2007 Sensory Physiology

Sound

  • vibrations produce sound waves in the air, which consist of regions of compression and rarefaction, therefore sound is a form of MECHANICAL energy
  • in their simplest form, sound waves consist of a single wavelength (FREQUENCY - perceived as pitch) of a specific amplitude (INTENSITY - perceived as loudness)
    • the human cochlea can detect sounds between 100 Hz and 20 kHz
    • sound intensity is measured in DECIBELS, which is calculated as:
    • dB formula

    • a common reference pressure is 20 µPa, which is the quietest sound detectable by the human ear
      (= 0 dB SPL)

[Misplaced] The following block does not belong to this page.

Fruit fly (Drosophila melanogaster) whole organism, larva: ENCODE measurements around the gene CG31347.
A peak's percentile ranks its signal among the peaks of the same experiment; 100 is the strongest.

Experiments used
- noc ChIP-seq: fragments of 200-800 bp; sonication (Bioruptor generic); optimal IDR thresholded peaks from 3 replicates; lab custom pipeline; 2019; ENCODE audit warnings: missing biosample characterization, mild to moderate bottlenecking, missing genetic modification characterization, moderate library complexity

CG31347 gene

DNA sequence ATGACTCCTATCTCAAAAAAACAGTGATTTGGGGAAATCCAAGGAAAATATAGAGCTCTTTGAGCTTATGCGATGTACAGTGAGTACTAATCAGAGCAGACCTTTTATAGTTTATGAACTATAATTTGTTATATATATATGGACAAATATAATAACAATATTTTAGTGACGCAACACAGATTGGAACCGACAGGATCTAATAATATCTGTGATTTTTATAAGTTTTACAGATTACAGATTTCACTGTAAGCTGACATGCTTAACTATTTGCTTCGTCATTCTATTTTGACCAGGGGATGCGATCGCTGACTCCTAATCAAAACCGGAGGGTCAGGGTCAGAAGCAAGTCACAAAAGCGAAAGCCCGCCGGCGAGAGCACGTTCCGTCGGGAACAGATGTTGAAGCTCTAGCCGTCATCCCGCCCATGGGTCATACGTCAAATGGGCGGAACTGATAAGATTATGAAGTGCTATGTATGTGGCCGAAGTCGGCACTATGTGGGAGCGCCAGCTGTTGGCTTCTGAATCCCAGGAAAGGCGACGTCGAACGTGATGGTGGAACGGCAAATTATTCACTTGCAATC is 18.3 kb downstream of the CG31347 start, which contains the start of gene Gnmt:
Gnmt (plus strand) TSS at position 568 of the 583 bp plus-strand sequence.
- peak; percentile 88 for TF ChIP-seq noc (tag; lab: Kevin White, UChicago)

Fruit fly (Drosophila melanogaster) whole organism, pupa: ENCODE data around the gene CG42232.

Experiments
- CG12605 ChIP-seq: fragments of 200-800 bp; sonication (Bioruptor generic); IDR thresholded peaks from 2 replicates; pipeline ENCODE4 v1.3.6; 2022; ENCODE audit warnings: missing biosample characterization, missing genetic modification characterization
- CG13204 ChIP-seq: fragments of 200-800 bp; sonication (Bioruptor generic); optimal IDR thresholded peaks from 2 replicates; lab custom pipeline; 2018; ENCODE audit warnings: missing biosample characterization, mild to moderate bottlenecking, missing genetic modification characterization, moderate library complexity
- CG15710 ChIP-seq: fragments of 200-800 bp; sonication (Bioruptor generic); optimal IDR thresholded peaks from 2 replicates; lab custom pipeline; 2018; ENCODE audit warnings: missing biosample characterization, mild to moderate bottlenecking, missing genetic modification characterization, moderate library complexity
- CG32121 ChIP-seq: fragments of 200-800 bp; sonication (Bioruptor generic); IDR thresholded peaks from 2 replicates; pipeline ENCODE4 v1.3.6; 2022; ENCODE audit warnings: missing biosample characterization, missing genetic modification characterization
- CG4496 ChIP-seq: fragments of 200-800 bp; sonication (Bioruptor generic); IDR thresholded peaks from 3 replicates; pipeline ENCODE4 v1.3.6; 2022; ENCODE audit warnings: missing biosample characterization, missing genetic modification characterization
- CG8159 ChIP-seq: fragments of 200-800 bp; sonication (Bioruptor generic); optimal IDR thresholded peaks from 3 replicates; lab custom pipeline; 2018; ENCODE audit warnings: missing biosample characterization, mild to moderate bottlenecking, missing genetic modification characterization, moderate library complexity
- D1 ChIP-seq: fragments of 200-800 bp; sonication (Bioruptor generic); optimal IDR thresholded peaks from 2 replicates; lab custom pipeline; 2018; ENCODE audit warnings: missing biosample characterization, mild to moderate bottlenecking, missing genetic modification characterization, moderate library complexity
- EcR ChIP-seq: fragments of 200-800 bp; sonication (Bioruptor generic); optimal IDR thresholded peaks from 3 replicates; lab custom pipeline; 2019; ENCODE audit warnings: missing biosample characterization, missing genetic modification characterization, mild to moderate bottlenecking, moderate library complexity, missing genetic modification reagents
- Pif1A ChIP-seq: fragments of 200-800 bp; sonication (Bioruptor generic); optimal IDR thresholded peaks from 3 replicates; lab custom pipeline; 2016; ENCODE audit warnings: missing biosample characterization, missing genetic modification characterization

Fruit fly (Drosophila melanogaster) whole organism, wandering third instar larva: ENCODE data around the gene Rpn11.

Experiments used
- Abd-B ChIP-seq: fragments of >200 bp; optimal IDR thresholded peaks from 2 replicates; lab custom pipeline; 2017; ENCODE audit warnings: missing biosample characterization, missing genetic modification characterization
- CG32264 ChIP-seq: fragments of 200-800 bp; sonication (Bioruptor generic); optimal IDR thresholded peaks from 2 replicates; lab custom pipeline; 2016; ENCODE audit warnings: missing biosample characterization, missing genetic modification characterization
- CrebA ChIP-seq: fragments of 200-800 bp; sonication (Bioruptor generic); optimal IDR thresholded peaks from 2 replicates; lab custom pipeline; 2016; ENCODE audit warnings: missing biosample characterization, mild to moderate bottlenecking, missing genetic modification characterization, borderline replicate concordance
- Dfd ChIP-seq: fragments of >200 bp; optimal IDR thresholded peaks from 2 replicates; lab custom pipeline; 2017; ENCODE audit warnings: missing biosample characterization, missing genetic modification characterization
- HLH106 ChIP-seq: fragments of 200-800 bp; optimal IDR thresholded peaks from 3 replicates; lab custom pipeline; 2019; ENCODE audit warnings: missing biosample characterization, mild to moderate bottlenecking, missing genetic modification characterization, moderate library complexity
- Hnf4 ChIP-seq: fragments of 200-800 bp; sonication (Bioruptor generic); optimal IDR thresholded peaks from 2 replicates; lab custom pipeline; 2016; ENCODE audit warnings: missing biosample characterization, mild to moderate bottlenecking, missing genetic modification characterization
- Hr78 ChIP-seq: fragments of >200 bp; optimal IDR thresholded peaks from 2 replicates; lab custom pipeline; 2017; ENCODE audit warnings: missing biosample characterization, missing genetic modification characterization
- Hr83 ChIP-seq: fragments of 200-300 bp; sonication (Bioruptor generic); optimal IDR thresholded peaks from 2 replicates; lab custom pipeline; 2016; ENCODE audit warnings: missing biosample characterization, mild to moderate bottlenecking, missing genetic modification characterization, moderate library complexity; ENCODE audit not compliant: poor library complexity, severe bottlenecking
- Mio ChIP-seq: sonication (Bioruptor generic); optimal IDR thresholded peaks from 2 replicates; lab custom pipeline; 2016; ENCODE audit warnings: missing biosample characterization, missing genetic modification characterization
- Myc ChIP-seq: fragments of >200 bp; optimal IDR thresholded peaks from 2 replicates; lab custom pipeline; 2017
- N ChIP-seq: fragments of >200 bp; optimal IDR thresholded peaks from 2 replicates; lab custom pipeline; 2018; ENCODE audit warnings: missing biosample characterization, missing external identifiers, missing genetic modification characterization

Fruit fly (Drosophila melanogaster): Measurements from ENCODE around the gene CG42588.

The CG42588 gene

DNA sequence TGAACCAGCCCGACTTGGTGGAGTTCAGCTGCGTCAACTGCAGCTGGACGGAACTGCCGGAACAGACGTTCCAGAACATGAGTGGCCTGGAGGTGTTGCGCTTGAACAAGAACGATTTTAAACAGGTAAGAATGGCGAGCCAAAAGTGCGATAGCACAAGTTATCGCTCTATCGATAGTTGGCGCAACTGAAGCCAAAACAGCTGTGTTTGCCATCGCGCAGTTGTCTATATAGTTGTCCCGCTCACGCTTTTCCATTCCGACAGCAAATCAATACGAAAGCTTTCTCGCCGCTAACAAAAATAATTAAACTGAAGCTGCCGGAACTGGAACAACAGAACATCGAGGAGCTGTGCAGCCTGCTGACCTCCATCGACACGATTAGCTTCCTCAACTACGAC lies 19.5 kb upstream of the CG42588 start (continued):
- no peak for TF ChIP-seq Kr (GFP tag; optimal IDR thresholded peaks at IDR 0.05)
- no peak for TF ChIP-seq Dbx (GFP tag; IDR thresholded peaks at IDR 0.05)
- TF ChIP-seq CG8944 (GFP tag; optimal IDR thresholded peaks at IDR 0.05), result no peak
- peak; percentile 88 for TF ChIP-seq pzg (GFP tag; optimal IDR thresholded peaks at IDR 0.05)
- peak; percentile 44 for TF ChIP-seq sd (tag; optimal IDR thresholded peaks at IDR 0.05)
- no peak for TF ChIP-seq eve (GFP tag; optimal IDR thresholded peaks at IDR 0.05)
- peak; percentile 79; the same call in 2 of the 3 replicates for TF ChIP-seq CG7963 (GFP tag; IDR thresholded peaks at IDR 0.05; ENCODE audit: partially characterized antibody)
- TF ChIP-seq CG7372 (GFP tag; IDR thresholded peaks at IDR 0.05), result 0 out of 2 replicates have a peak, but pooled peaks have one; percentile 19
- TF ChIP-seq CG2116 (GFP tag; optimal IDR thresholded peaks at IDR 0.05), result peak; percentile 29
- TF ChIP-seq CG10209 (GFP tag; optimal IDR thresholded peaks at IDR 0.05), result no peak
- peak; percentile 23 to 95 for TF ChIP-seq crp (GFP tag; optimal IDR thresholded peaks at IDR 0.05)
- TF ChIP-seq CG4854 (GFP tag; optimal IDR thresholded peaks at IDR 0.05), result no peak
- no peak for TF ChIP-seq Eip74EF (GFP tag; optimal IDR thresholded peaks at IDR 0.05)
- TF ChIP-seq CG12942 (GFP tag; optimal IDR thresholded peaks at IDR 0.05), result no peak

• human pain threshold is a sound pressure approximately 1-10 million times louder
      (= 120-130 dB SPL)
Sound wave
  • more complex sounds can be decomposed into individual frequency components, each of a specific amplitude
  • mathematically, this process is called FOURIER ANALYSIS, and the cochlea physically performs this type of analysis (see the discussion of the place principle)
Fourier analysis

 

Site Map | Email: Dr. Janet Fitzakerley | ©2007 University of Minnesota Medical School Duluth | Last modified: 11-oct-07 9:55 AM